In Washington DC, I discovered the Washington Coalition for Comfort Women Issues. I traveled to McLean, Virginia and I had tea with Dong Woo Lee-Hahm who showed me photographs of Korean "Comfort Women" and handed me several thin books of testimonies.

I learned how far reaching this war crime was: 200,000 women and girls all over Asia, but she had no information on Filipina “Comfort Women.”

Soon I was lead to Gabriela Network in New York. They did not have first hand information, but they had a contact, LILA Pilipina-Gabriela in Manila. LILA Pilipina was an organization of survivors born of Rosa Maria Henson, the first lola to come forward publicly. They had begun their own campaign and were seeking justice on their own behalf. Here it was.

In 1996, Lola Maria Henson’s autobiography, Comfort Woman: Slave of Destiny, was published. I was so excited because I was making plans to travel to Manila and I was determined to meet her. But it’s interesting to see what happens when one holds a secret, a shame for so long and finally lets it out in the open to breathe and be. For Lola Henson it was as if the moment she spoke the words, committed them to the page and left evidence of her experiences, that was enough and soon after the publication of her life story, she died.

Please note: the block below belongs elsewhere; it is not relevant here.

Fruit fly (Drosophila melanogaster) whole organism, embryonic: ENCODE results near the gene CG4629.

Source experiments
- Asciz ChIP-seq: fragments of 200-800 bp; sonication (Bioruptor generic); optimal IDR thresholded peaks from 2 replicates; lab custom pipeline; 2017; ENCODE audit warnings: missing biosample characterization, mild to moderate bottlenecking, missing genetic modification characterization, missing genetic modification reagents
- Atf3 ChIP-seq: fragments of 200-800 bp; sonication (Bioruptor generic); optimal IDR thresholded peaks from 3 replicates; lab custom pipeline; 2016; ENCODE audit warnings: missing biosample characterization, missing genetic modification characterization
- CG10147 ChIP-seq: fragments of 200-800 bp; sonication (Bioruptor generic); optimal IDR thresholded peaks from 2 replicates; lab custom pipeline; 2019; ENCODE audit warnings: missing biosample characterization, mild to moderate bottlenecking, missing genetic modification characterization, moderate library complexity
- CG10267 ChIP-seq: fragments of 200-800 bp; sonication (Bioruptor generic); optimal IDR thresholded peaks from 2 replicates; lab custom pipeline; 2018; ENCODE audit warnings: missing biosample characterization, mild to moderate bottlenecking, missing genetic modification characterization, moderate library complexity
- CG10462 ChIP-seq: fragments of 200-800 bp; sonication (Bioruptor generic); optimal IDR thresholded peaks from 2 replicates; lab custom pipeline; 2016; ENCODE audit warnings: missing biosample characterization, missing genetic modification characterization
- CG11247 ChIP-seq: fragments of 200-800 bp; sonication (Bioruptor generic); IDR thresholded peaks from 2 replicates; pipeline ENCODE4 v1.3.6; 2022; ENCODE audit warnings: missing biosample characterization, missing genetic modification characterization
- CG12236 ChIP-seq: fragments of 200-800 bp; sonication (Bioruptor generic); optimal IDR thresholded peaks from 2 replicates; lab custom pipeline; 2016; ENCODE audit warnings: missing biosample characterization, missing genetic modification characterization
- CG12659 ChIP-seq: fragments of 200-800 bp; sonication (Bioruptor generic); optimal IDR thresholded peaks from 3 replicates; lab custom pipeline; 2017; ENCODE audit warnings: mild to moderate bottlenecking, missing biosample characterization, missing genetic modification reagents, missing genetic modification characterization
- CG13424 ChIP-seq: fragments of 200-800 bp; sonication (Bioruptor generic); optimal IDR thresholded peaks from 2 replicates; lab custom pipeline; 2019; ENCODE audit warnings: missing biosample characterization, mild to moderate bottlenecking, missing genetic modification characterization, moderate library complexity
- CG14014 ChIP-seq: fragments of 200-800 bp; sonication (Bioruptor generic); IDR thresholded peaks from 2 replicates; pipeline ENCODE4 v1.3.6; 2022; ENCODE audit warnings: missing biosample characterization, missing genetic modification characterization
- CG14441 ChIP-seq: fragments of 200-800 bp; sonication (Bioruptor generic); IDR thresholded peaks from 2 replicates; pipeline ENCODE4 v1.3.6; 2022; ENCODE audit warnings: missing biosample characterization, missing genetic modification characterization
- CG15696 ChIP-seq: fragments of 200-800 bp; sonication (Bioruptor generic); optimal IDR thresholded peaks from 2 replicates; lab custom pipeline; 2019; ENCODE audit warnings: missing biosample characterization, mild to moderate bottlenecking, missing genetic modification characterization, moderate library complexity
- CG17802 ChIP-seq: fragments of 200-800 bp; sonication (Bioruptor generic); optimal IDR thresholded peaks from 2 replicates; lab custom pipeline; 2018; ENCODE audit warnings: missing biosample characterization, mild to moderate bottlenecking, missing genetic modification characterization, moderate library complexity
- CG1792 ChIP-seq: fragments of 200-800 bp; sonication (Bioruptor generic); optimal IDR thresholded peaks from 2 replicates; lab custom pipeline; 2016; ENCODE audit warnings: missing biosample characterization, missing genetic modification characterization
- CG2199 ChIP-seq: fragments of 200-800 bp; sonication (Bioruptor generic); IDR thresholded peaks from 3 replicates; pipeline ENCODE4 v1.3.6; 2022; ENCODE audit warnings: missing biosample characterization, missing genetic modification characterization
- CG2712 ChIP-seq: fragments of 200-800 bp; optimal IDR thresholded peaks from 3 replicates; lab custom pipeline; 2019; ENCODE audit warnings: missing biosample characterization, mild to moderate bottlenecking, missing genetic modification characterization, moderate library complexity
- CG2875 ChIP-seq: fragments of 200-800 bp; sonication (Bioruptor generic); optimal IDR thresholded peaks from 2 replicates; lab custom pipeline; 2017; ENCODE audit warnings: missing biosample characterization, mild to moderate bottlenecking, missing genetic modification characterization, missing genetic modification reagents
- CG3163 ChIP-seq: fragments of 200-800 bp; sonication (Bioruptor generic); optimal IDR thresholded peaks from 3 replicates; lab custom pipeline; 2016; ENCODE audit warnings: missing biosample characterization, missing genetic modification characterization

In 1999, I brought five Filipina American dalagas with me to Quezon City to meet the lolas of LILA Pilipina. We met over forty women. We kissed each one. We held their hands. We danced with them. We laughed with them. We were in search of that lesson.

After reading Lola Henson’s book, one of my students called me, still crying. “I can’t believe how hard she fought to live. I treat my body like shit,” she said, “I just give it away. I can’t believe I’ve been so disrespectful.”

I have a friend who says that sometimes she comes to this blog just to see the women's faces. “I just look at their faces, they are so luminous and beautiful. There’s not a sign of bitterness.”